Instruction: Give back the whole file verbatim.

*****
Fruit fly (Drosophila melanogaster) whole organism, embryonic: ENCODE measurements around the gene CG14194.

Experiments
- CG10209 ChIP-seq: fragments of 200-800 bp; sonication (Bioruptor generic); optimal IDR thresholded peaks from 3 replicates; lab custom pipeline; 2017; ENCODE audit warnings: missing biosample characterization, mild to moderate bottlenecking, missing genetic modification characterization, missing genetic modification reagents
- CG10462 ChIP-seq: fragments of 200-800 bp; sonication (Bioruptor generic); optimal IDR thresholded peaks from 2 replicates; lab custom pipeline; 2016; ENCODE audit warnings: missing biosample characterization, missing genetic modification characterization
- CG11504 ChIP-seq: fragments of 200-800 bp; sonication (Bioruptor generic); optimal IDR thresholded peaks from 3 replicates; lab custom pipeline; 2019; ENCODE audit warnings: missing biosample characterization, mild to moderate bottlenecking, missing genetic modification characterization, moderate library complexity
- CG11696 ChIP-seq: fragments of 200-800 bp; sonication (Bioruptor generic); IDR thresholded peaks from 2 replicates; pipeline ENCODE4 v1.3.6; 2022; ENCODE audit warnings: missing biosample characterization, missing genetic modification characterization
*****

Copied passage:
Fruit fly (Drosophila melanogaster) whole organism, embryonic: ENCODE measurements around the gene CG14194.

Experiments
- CG10209 ChIP-seq: fragments of 200-800 bp; sonication (Bioruptor generic); optimal IDR thresholded peaks from 3 replicates; lab custom pipeline; 2017; ENCODE audit warnings: missing biosample characterization, mild to moderate bottlenecking, missing genetic modification characterization, missing genetic modification reagents
- CG10462 ChIP-seq: fragments of 200-800 bp; sonication (Bioruptor generic); optimal IDR thresholded peaks from 2 replicates; lab custom pipeline; 2016; ENCODE audit warnings: missing biosample characterization, missing genetic modification characterization
- CG11504 ChIP-seq: fragments of 200-800 bp; sonication (Bioruptor generic); optimal IDR thresholded peaks from 3 replicates; lab custom pipeline; 2019; ENCODE audit warnings: missing biosample characterization, mild to moderate bottlenecking, missing genetic modification characterization, moderate library complexity
- CG11696 ChIP-seq: fragments of 200-800 bp; sonication (Bioruptor generic); IDR thresholded peaks from 2 replicates; pipeline ENCODE4 v1.3.6; 2022; ENCODE audit warnings: missing biosample characterization, missing genetic modification characterization